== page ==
Naxos are nothing
if not adventurous with their catalogues of American and Japanese
Classics. And who has heard of Kósçak Yamada? I would guess
most listeners think of Tōru Takemitsu (1930-1996) when
anyone mentions Japanese classical music. He and Yamada may
come from different generations but both are clearly influenced
by Western music – Takemitsu by Debussy and Messiaen, with some
branches into John Cage and the avant-garde, and Yamada by the
German late-Romantics, notably Richard Strauss (1864-1949).
Yamada studied at the Tokyo Music School
– originally the Ongaku-Torishirabe-Gakari set up in 1879 to
promote Western music – and with Max Bruch at the Musikhochschule
in Berlin. He was exposed to some Western music as a boy, through
military bands and hymns; his mother was a Protestant. Add to
this an interest in traditional Japanese musical forms – something
he shares with Takemitsu – and you have a very individual mix
The Nagauta Symphony
‘Tsurukame’ (1934) is just such a blend, with augmented
orchestra ŕ la Strauss and a central contribution from
Nagauta musicians using voices, traditional Japanese instruments
and percussion. Very briefly Nagauta (Naga- means long,
-uta, song) has its roots in the 17th century
and can still be heard today as accompaniment in Kabuki theatres.
Tsurukame is a classic text by Rokuzaemon Kineya X (1851).
This subtitle is significant; Tsuru- means crane, -kame,
tortoise, both creatures associated with eternal life. Hence
this is a festive text suited to weddings and New Year celebrations.
The ripe Straussian
prelude soon gives way to the voice of Touon Tetsuo Miyata and
the Nagauta singers and players with their Japanese flutes (fues),
shamisens (three-stringed lutes) and percussion. The
orchestral writing is chamber-like, lapping at the strange shores
of Nagauta. The soloist is placed quite far forward, his narrative
a sinuous microtonal melisma working in counterpoint with the
orchestra. Anyone even vaguely familiar with the aesthetics
of the Kabuki and Noh traditions will probably recognise the
kind of world this music inhabits, its ‘otherness’ merely accentuated
by the orchestral accompaniment. The music reaches a climax
of sorts after a faster, more animated section and ends with
another overripe contribution from the orchestra (Salome,
to sound parochial I found the symphony rather unsatisfying,
although it might well reveal more after several auditions.
That said it remains a rather uncomfortable collage of musical
styles. It certainly seems more Oriental than Occidental, which
perhaps explains why it never travelled as well as the Symphony
‘Inno Meiji’ (1921), which was performed in London, Berlin
and Moscow in the years before the Second World War. Indeed,
the booklet claims there are 78s of this ‘epic’ piece played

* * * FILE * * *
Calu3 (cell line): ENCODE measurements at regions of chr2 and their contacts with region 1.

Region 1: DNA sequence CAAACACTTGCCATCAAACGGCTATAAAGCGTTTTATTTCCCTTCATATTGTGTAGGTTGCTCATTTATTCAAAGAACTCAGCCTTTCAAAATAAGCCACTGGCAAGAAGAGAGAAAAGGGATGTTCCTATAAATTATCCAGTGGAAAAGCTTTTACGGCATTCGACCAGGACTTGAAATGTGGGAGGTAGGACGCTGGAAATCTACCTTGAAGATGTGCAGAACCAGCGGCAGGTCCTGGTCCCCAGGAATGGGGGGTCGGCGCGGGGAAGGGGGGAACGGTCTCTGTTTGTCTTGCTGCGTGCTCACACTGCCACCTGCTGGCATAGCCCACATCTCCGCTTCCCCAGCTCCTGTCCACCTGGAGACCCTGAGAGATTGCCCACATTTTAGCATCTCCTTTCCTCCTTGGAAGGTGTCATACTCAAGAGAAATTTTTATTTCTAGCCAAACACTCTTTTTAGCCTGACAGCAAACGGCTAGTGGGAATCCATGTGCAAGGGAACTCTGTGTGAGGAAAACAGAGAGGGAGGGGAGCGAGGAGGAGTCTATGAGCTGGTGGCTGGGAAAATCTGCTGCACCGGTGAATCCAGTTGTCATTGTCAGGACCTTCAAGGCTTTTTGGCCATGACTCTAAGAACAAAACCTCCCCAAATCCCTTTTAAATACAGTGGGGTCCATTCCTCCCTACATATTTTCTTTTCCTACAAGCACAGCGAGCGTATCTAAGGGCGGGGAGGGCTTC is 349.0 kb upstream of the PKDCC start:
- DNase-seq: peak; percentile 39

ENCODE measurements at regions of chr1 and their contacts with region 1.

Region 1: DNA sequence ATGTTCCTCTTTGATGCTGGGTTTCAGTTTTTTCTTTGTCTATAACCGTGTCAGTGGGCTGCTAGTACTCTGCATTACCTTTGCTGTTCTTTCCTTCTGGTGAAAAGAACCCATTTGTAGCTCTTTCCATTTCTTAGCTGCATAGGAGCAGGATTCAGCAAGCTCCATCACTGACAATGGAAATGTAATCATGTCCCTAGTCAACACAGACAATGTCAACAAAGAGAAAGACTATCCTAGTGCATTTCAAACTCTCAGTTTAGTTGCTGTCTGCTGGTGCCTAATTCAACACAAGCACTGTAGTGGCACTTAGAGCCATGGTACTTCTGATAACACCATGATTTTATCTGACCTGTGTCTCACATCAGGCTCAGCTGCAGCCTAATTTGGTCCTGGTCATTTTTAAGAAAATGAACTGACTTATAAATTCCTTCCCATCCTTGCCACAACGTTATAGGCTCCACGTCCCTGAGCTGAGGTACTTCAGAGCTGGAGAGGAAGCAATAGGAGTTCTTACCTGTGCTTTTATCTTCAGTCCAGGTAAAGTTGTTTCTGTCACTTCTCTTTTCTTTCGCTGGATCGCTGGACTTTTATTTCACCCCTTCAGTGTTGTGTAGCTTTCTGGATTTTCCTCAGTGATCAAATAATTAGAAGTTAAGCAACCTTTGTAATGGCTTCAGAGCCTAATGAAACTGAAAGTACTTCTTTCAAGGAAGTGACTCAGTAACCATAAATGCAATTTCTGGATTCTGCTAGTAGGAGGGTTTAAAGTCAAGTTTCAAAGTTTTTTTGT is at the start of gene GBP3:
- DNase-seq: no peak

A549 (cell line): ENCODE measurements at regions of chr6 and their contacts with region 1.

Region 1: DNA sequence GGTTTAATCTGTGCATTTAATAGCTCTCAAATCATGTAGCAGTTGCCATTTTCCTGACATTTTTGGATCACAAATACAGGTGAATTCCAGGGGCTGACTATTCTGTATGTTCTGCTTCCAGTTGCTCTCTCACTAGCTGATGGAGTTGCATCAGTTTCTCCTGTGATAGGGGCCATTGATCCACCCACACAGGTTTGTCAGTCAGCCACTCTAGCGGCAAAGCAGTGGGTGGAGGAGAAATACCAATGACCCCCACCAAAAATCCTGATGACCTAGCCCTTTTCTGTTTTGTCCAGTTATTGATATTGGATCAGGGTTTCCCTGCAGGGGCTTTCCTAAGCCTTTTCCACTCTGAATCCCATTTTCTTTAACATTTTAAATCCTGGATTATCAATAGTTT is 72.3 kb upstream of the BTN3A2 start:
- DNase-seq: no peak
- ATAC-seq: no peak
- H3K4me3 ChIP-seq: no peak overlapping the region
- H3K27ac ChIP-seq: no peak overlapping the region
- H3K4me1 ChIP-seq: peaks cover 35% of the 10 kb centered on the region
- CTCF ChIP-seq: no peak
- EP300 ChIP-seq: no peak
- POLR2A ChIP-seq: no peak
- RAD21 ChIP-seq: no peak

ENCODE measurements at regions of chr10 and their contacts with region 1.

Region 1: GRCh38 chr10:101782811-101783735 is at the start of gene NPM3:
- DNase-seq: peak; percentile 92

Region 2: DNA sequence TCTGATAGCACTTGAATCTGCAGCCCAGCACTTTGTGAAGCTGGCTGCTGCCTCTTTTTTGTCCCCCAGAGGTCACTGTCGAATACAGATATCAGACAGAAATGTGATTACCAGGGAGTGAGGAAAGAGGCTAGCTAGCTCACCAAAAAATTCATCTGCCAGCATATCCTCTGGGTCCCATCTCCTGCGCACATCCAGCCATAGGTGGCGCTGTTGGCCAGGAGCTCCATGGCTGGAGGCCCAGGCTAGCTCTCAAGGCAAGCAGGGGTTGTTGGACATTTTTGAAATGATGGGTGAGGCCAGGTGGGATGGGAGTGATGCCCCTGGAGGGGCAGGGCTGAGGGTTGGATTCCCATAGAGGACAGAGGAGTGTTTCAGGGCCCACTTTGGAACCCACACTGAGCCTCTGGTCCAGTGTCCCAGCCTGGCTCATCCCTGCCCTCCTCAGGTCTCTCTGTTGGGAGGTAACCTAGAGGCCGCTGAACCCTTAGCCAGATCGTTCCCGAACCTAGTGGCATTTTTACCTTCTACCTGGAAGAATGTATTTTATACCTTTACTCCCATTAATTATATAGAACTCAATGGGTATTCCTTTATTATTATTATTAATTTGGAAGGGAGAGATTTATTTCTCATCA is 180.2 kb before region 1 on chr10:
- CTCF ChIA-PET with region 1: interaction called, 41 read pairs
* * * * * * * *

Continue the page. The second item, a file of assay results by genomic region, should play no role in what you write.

by the Berlin Philharmonic conducted by the composer.
This symphonic poem
is a depiction of Japan in the Meiji Period (1868-1912) as the
country came out of isolation and engaged with the West. There
is a Straussian amplitude to the score that the Berliners would
certainly have warmed to, with a stirring climax at 3:32. The
mystery and exoticism of Japan are suggested in the percussive
rattle familiar from the Nagauta Symphony and the hichiriki,
a double-reed instrument that sounds not unlike a clarinet.
The two worlds then collide rather crudely in a series of bass-drum-dominated
tuttis. The Naxos engineers certainly capture the lower reaches
of the audio spectrum rather well, although the string sound
does seem a little undernourished by comparison.
The stirring martial
theme (from 10:00 onwards) stays just this side of bombast,
and is met with the opposing shimmer of gongs. It’s an entente
cordiale of sorts, though the underlying tread never quite
loses its sense of menace. Towards the end one might hear a
hint of Ein Heldenleben (17:00) before the work ends
with a triumphant if somewhat overextended peroration.
With its rather
schematic East vs West design this piece is long on rhetoric
but short on inspiration. It may be the most accessible work
on the disc so far, but that’s not saying a great deal. Takuo
Yuasa and the Tokyo Metropolitan Orchestra play all the notes
but there’s no disguising the highly derivative nature of this
music and the general paucity of invention.
Symphony ‘Maria Magdalena’ arose from Yamada’s fascination
with the Russian Ballet, which he saw in Berlin between 1910
and 1913. Begun in 1916 the work was supposed to be a half-hour
ballet based on the Maeterlinck play Marie-Magdeleine (1910).
It never came to fruition but he orchestrated the piano sketches
for Act II and premiered the piece at Carnegie Hall, New York,
At its centre is
the story of Mary Magdalene and the Roman officer who swears
his love for her in return for saving Jesus. Mary refuses, while
outside the captive Christ passes in a torch-lit procession.
The focus returns to Mary, who now seems surrounded by an aura
of divinity. It’s scored for a large orchestra and has some
intermittently noble writing for brass. There is even some tenderness
- voiced by the harps - but the dreary, sub-Straussian harmonies
not to mention the hyperactive bass drum and gongs are too close
to banality for comfort.
then, but there are no revelations here. The booklet has some
fascinating background on traditional Japanese music but it’s
a little disingenuous to use epithets such as ‘epic’ and ‘masterpiece’
to describe Yamada’s work. All credit to Naxos, though, panning
for gold where others would never venture. It’s a risky strategy
but they can and do find some nuggets in the sand. Regrettably
this is not one of them.